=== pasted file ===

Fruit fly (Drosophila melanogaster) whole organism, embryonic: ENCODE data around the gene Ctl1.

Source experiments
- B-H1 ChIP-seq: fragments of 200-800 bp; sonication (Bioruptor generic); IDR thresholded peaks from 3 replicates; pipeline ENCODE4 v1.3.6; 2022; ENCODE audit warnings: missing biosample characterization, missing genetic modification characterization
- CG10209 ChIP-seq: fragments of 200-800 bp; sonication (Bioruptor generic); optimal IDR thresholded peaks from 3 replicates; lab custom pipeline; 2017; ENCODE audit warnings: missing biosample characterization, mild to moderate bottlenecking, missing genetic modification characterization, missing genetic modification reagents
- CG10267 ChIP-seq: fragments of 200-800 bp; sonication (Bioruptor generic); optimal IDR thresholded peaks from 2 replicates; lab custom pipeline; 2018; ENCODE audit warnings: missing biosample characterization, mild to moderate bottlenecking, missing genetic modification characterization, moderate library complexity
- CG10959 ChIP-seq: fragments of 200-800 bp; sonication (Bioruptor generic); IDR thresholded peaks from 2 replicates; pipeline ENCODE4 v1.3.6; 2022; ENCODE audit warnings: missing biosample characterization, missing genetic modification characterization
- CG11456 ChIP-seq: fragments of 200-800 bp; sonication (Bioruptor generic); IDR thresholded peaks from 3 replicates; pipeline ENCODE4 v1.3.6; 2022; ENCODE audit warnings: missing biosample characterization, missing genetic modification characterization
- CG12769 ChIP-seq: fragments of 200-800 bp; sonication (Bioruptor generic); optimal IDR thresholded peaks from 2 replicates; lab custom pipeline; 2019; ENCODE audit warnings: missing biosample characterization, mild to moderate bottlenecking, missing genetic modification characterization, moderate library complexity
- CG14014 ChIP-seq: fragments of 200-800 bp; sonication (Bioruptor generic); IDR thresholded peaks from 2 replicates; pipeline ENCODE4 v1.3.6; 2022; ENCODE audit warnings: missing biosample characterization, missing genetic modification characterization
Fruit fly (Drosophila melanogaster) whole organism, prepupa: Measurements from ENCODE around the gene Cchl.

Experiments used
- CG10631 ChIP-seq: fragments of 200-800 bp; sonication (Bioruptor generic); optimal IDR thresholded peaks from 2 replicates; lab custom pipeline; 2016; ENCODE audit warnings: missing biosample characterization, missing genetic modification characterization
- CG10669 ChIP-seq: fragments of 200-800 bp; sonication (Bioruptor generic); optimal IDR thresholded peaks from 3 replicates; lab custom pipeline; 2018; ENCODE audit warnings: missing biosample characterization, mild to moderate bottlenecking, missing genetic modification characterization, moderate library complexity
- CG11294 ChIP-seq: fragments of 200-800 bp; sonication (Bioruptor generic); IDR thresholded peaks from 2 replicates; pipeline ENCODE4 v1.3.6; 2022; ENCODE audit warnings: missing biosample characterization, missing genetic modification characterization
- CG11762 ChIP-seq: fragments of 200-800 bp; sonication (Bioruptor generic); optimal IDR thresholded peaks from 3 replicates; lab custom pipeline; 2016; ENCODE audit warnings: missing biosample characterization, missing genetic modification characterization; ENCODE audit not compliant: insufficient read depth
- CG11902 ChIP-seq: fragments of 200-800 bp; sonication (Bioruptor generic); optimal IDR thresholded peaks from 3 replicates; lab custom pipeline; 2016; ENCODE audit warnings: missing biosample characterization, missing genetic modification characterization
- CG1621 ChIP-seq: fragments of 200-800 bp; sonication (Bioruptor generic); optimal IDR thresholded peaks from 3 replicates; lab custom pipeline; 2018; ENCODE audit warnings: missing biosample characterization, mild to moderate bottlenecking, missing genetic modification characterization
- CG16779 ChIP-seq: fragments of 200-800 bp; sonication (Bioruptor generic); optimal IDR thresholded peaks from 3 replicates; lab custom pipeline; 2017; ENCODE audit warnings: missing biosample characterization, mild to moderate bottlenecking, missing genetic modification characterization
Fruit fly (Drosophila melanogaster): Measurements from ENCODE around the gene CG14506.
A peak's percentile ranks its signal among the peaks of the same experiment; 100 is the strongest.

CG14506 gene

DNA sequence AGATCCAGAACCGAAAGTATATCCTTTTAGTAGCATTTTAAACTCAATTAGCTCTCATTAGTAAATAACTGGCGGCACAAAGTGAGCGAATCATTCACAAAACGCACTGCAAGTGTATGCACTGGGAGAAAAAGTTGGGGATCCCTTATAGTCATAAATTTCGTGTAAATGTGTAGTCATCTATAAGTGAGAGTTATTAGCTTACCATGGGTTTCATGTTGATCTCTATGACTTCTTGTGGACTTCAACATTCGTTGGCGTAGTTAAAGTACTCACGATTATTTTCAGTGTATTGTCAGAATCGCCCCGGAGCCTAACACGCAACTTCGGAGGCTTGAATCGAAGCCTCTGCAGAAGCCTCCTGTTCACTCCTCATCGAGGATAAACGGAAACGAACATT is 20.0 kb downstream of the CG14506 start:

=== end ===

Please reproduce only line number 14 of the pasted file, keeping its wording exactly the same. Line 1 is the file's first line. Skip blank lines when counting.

- CG11294 ChIP-seq: fragments of 200-800 bp; sonication (Bioruptor generic); IDR thresholded peaks from 2 replicates; pipeline ENCODE4 v1.3.6; 2022; ENCODE audit warnings: missing biosample characterization, missing genetic modification characterization